Friday, May 29, 2009

Darkness at Noon in the 'Sunshine Law' State

If you want to know how poorly Florida politicians and other public officials obey the state's Sunshine Law, take a look at what has surfaced long after the St. Pete Times politely requested all documents and correspondence relating to Hangar-gate. The St. Pete newspaper's blog now has the email. [Is This Willie Meggs' Smoking Gun?]

Eye on Miami, a truly excellent blog, isn't surprised the evidence surfaced only after grand jury indictments were handed down against state representative Ray Sansom, college ex-president Bob Richburg, and Destin developer Jay Odom. EOM writes:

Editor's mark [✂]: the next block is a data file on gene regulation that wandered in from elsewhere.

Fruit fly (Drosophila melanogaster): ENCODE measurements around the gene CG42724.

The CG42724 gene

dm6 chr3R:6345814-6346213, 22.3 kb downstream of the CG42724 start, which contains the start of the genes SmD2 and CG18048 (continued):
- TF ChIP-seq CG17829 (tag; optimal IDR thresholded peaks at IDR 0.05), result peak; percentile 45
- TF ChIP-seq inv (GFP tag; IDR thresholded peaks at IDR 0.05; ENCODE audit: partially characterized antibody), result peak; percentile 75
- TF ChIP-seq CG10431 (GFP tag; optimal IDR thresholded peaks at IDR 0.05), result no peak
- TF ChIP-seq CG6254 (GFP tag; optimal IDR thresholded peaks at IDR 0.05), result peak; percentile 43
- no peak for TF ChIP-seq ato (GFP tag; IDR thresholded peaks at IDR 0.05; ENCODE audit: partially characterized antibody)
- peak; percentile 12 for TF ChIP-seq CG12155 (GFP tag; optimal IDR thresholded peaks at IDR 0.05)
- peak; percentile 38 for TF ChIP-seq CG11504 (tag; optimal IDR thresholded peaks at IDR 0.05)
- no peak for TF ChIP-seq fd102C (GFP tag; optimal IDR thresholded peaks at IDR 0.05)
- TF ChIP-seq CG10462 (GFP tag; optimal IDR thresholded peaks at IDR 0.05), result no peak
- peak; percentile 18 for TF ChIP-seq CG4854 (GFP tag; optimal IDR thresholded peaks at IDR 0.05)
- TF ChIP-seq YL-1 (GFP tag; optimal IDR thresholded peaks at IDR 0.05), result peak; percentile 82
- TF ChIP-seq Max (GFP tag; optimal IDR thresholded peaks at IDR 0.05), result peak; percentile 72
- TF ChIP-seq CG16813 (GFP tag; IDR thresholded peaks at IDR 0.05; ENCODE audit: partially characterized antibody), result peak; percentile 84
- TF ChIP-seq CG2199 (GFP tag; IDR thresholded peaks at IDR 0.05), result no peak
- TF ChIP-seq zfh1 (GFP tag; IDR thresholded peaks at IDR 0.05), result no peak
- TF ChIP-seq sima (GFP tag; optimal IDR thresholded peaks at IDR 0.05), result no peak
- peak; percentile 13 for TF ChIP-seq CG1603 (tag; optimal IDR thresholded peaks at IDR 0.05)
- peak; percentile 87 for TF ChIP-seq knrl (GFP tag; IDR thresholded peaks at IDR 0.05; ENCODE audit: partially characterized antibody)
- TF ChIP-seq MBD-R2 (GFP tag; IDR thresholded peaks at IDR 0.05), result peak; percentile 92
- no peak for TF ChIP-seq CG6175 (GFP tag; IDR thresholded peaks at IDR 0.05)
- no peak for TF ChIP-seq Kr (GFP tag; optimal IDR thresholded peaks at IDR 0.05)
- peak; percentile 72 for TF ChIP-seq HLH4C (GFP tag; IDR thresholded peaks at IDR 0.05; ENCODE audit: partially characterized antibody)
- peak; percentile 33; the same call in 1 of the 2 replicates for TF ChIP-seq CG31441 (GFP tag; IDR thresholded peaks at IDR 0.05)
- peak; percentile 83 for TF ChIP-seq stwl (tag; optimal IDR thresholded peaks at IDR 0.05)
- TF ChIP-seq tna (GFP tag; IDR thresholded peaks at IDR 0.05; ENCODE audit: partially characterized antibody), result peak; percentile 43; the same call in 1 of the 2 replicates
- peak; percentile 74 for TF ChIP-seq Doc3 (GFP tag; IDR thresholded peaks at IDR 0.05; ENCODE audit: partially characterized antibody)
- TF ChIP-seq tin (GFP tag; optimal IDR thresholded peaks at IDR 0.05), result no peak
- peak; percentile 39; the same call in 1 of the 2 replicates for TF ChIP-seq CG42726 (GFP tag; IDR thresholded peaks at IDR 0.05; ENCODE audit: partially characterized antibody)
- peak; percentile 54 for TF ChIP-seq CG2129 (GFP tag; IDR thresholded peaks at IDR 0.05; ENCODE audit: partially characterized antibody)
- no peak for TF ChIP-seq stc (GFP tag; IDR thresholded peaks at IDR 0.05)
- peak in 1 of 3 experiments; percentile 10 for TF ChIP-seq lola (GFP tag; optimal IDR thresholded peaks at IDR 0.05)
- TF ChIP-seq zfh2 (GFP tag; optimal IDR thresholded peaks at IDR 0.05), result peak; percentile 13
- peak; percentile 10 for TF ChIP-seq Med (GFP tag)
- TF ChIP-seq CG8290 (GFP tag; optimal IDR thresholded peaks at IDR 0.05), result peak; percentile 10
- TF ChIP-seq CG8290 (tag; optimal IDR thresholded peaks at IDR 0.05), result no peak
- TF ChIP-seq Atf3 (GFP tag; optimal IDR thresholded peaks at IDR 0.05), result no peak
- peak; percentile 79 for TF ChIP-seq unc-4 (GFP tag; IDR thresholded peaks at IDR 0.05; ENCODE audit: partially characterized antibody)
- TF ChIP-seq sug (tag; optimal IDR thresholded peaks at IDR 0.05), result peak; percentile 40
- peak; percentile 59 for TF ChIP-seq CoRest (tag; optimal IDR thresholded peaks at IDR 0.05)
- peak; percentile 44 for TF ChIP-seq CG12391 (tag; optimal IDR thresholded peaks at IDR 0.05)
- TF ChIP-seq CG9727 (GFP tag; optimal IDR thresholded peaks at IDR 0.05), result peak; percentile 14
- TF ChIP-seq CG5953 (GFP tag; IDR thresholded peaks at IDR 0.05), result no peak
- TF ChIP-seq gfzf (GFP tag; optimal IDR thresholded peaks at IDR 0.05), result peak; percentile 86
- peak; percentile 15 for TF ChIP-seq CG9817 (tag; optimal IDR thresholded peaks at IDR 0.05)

The issue of government failing to provide accurate information requested under Sunshine Act requests is not a new one to me. Having followed environmental issues in Florida as a writer and an activist for many years, I have found that even when Sunshine Act requests are highly specific, it is not unusual for government staff to "scrub the record" when complying with Sunshine Act requests. This game of cat-and-mouse never gets reported in the press and is rarely litigated. Who has the money to sue over records that are hidden in files or on computers?

This is particularly bad in areas of public policy-- like the environment-- where corporate interests count more than the public. * * * Your government's attitude: screw you.
In a number of other states we have seen public officials scrupulously observe their open records laws. Make a request, and they not only respond with everything relevant, but actually help you by suggesting additional sources where more can be found.

But not in Florida. Here, it's always dark under the Sunshine Law.

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